Boston’s ordinance prohibiting the use of plastic bags went into effect Dec. 14, 2018. It gives a transition period based on the size of the retailer. Retail stores with more than 20,000 square feet had to implement the policy from last Dec. 14. For retailers above 10,000 square feet, enforcement starts April 1. The shops with less than 10,000 square feet must comply with the ordinance by July 1, 2020. In several Chinese supermarkets in Chinatown, the ordinance to no longer provide plastic bags has been fully implemented. At Jia Ho, 88 and Hong Kong supermarkets, most customers bring their own reusable bags or plastic bags. Several community organizations had also told their clients about the change, such as the Chinese Progressive Association. The City of Boston has imposed an 18-month grace period on the ordinance on small businesses. However, some smaller shops in Chinatown have begun to comply with this policy. At Tai Tung Pharmacy owned by Nick and Eva Chau near Tufts Medical Center, plastic bags are no longer available, as paper bags and reusable bags are for sale. A staffer said the ordinance had an impact on the store’s bottom line, adding the cost of paper bags and reusable bags. Customers rarely use either type of bag. However, he expressed support for the ordinance reducing plastic waste.
2019
02/11
"Boston Taiwan mother parent-child will golden Pig Spring Gala Reunion" Boston Taiwan mother parent-child will hold a 2019"Golden Pig Spring Gala in Newton City, the sea and German Community Center on February 9, the event site has arranged Spring festival couplets writing, firecrackers, golden pig paper-cut, Zodiac drawings, shuttlecock, pick up red dots, roll dice, chess, Dance dragons and auspicious words and other activities warm up, so that the parent-child community will farm years of festive atmosphere, about 200 guests, parents and children attended the gala, the event scene lively extraordinary. 🇹🇼, director of the Boston Overseas Chinese Education Center, Ohongwei was invited to attend the new month to Taiwan folks, and also conveyed the greetings and blessings of Chairman Wu of the Overseas Chinese Committee and director Xu of Taipei Economic and Cultural Office in Boston, Ohongwei and President Zhang Huiwen also distributed red Envelopes and overseas Chinese Committee The pig's small lantern to the children, and sent each family overseas Chinese Committee will print the monthly calendar. President Zhang Huiwen The participants on the 2019 activities of the plan, welcome Taiwan's mother and family to participate in the May 4 will be held Newton "Taiwan Day", double ten national Day and other activities, in addition, the president of Zhang Huiwen this year invited Lulu Teachers and dance therapists, Hu Yuxian, have led to the dance and performance of flamingo Spanish dance music, so that Taiwanese mothers and children experience dancing treatment and express positive energy of physical and mental well-being. Ohongwei said that Taiwan's mother and child will celebrate the year of the pig, in addition to strengthening contacts with Taiwanese families, but also to allow the second generation to further understand Taiwan's multiculturalism, especially in the 12 zodiac ranking of the lunar calendar, but also to achieve the function of cultural heritage and sharing, can be said to be taught in music, it is meaningful; President Zhang Huiwen thanked the Overseas Chinese Committee and the Overseas Chinese Education Center for their support for the event, and will strengthen more contacts and interaction with mothers from Taiwan in the future!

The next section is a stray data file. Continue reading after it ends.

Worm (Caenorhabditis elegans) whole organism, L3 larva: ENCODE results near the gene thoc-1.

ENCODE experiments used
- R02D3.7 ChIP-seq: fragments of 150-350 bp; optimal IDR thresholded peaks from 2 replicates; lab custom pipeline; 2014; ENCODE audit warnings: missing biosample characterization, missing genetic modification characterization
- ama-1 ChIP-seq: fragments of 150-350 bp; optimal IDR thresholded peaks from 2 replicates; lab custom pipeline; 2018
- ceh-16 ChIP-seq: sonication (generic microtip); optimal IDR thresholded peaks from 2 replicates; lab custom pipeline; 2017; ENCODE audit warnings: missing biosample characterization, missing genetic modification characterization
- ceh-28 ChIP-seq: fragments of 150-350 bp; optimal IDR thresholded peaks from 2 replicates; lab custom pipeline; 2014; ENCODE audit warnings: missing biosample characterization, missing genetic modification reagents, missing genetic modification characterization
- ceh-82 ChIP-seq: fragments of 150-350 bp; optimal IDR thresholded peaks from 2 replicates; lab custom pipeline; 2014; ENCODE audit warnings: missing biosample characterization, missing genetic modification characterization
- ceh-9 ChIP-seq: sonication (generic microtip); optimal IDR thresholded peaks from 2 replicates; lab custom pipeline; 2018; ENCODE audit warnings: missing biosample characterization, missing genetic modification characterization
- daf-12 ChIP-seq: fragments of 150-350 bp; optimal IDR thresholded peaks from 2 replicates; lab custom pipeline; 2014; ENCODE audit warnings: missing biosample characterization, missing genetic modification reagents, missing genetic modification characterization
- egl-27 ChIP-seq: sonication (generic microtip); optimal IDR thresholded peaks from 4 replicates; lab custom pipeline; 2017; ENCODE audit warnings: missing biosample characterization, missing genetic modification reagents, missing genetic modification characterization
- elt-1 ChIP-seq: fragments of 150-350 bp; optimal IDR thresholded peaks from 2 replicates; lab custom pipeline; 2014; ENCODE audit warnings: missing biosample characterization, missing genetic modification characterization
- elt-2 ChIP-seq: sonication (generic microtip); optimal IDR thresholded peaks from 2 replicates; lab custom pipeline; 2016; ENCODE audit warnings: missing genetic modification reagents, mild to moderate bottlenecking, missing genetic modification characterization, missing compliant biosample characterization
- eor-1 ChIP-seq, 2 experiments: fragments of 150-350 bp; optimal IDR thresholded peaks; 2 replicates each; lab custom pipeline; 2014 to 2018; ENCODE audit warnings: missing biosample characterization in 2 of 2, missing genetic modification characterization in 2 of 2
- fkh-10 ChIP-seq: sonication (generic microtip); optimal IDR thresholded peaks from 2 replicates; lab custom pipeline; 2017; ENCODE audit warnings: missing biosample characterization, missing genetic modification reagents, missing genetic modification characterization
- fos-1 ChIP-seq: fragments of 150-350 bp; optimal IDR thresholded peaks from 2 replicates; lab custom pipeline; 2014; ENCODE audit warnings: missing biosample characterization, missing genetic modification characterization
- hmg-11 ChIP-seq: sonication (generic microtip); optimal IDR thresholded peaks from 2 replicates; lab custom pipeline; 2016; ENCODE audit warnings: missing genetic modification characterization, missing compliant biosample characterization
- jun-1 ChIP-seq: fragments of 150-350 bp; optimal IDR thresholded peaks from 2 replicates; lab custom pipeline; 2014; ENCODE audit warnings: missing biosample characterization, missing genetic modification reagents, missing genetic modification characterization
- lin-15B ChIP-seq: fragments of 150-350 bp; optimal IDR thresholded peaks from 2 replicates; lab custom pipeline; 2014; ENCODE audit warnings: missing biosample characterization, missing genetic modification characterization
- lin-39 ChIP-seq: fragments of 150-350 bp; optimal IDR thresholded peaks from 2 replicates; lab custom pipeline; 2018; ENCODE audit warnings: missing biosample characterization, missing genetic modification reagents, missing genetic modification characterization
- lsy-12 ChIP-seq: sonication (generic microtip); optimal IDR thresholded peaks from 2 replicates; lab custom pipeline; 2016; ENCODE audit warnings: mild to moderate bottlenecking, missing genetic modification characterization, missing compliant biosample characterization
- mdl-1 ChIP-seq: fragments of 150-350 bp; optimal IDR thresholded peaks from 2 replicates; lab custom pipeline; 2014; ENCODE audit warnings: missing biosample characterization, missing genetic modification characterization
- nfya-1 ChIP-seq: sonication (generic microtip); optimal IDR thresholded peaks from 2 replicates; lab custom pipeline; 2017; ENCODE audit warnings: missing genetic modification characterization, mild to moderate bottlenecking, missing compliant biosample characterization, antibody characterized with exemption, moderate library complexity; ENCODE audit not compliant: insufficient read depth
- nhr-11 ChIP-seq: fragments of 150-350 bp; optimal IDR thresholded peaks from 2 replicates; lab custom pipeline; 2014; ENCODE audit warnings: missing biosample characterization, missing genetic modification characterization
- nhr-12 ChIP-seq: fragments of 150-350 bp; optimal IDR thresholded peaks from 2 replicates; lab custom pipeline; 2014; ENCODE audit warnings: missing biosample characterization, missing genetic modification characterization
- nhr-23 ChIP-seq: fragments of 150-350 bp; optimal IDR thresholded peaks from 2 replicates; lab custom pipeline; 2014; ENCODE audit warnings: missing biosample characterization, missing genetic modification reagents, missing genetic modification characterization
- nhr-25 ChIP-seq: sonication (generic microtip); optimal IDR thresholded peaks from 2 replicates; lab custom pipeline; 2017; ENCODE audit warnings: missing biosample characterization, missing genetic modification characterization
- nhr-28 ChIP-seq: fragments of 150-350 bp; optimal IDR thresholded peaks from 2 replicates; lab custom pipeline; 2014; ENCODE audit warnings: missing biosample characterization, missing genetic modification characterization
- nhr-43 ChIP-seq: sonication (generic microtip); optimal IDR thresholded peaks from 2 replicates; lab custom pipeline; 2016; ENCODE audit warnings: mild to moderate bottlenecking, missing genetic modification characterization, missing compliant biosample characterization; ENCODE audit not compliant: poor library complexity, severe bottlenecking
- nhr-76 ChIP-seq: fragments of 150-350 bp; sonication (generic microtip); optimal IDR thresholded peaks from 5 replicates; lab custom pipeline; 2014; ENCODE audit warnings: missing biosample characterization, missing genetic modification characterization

The Malden Chinese New Year celebration took place Jan. 26 at Malden High School. Malden Mayor Gary Christensen unveiled the U.S. Postal Service’s Year of the Boar stamp, which was issued Jan. 17. The 2019 Malden Reads book selection is “The Tea Girl of Hummingbird Lane” by Lisa See. Cultural performances include singing, dancing, lion dance and live instrumental music. The event was organized by Chinese Culture Connection, Malden High School Asian Cultural Club and Malden Reads.
2019
01/30
Go Patriots!
THEY DID IT AGAIN!" New England Patriots won over Kansas City Chiefs in the playoff game last Sunday. This Time It Took Overtime but the Patriots Are Back in the Super Bowl Yet Again­­-- fighting for the title for the ninth time in the last two decades!! New England will play the Los Angeles Rams in Super Bowl LIII on Feb. 3 in Atlanta — which happens to be the 17th anniversary of New England’s Super Bowl victory over the Rams, who were then based in St. Louis. Lets watch and wait and see!